What is Bus Rapid Transit? TransLink gives it priority

Metro Vancouver’s regional transit provider adopted its priorities for the next 10 years last week. While some well-known projects like the SkyTrain to UBC and the SFU Gondola topped the list, much of the planning document is dedicated to smaller, less expensive system upgrades.

TransLink’s Transportation 2050: 10 year Priorities document promises what the transit agency calls in a press release “an unprecedented increase in local bus service,” with new or improved local service in nearly two dozens of neighborhoods, plus 11 new RapidBus lines and seven new express bus lines.

In total, TransLink estimates that its priorities represent a 130% increase in bus service in Metro Vancouver.

Part of this increase is intended to lay the groundwork for the introduction of Bus Rapid Transit (BRT). TransLink says “up to nine” BRT lines could be developed over the next decade, although the actual total and timing will depend on support from local governments.

A BRT line is, essentially, a bus that operates as if it were a SkyTrain. BRT buses run on existing routes, but in dedicated lanes separated from regular traffic. They serve stations, rather than roadside stops, with real-time timetable information and station fare payment.

BRT lines also have signaling priority at intersections, minimizing the time passengers spend stopping at red lights.

The planning document identifies nine “candidate BRT corridors” and directs TransLink to “identify design requirements, such as alignments, rights-of-way and lane reassignment needs” for each.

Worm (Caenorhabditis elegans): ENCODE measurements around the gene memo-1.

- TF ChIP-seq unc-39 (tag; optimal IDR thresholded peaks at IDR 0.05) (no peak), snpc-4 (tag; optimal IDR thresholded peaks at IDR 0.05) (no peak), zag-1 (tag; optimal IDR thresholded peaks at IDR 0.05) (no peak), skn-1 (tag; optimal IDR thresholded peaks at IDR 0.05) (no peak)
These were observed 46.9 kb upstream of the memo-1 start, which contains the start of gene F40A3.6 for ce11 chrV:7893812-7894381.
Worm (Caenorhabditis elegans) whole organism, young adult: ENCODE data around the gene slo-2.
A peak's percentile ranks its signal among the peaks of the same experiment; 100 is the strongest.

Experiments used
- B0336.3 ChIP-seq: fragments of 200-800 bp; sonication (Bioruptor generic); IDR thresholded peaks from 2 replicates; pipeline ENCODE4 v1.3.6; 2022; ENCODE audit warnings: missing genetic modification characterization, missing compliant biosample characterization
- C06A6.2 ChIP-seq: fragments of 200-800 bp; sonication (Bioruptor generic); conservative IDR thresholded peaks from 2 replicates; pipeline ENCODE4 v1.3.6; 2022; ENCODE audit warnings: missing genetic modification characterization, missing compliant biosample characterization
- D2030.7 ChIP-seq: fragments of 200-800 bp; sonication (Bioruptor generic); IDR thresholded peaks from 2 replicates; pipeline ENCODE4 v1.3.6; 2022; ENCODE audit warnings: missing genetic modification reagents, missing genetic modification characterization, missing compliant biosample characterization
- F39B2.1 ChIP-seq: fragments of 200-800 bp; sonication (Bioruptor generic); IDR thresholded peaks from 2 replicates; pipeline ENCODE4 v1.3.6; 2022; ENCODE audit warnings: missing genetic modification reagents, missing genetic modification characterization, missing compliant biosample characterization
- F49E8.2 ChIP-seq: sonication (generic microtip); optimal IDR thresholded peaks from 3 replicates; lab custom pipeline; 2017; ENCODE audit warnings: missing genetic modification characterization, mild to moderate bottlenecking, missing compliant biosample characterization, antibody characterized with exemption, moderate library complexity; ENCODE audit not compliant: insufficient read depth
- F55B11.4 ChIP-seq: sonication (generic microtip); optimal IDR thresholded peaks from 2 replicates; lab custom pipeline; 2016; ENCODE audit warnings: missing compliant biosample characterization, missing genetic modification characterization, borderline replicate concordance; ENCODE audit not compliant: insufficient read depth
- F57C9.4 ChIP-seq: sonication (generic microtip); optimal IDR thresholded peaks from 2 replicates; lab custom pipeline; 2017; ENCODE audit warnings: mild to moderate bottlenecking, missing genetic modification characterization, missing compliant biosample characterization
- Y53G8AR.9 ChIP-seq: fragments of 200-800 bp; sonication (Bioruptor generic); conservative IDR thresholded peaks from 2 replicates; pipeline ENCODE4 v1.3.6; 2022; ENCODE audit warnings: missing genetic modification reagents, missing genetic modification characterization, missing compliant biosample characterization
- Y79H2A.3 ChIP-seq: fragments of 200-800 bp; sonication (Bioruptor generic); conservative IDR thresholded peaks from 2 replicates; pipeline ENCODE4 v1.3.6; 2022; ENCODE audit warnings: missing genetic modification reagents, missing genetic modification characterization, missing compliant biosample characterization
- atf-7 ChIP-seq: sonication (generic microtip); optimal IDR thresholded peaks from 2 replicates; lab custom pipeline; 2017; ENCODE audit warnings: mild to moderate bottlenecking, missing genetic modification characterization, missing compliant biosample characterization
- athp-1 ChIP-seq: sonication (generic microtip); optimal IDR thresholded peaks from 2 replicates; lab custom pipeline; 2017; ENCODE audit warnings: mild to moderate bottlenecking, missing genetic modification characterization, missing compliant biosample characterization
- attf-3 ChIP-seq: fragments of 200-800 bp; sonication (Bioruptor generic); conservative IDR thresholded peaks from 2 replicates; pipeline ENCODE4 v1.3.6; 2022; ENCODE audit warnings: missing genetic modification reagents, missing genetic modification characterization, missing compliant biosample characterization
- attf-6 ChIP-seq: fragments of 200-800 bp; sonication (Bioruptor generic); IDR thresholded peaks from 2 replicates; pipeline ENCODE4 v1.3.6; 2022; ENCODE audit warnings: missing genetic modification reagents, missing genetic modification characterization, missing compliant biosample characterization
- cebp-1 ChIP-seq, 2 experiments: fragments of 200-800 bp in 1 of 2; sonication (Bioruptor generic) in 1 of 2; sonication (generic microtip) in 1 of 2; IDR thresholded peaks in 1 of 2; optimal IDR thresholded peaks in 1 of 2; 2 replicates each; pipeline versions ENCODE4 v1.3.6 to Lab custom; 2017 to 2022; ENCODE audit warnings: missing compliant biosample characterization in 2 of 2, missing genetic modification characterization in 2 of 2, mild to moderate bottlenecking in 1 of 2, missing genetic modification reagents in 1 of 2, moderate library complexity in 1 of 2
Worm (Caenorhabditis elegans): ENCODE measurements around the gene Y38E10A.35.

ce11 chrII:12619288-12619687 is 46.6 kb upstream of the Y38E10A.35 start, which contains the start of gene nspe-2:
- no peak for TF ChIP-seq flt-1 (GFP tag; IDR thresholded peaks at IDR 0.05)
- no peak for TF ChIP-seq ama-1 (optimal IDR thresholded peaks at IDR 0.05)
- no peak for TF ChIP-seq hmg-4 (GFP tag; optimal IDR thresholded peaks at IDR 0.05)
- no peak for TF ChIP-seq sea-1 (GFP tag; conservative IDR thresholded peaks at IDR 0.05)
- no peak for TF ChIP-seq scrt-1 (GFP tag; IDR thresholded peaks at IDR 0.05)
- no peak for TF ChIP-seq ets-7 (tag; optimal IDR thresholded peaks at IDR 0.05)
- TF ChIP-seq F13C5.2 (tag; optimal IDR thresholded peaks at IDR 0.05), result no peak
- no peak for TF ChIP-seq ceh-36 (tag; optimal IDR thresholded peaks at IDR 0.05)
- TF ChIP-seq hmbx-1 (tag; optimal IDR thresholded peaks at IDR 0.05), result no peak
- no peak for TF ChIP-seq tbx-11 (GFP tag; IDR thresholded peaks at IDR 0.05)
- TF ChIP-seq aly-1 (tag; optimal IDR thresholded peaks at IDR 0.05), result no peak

The first real implementation of BRT in the region would not take place until TransLink’s investment plan for 2025, when two to four lines would be prioritized “based on candidate corridors with strong local government support and a high probability of successful implementation”.

The transport agency notes that municipal support for the design requirements, “particularly the allocation of road space”, will be a key part of the planning process.

The nine candidate corridors are:

  • Hastings Street, replacing the current R5 RapidBus
  • King George Boulevard from Surrey to White Rock
  • Haney Place in Langley, serving 200 Street, Golden Ears and the Lougheed Highway
  • Lougheed Highway, replacing the current R3 RapidBus
  • Lynn Valley, Lonsdale and Downtown Vancouver via the Lions Gate Bridge
  • Marine Drive Station to 22nd Street Station via Marine Way
  • Metrotown to Park Royal via Second Narrows
  • Richmond Center to Metrotown via Knight Street Bridge
  • Scott Road in Surrey, replacing the planned R6 RapidBus

“The emphasis on BRT in these 10-year priorities is for good reason,” reads the planning document.

“While BRT requires the reassignment of traffic lanes to dedicated rapid transit traffic lanes, its lower cost means we can provide fast, frequent and reliable rapid transit service faster and at lower cost. and in more areas of the region than would otherwise be possible with a rail-only approach. This way, our region can achieve a near doubling of the rapid transit network in 10 years.”

TransLink’s plans call for BRT buses to be zero-emission vehicles with “spacious” interiors.

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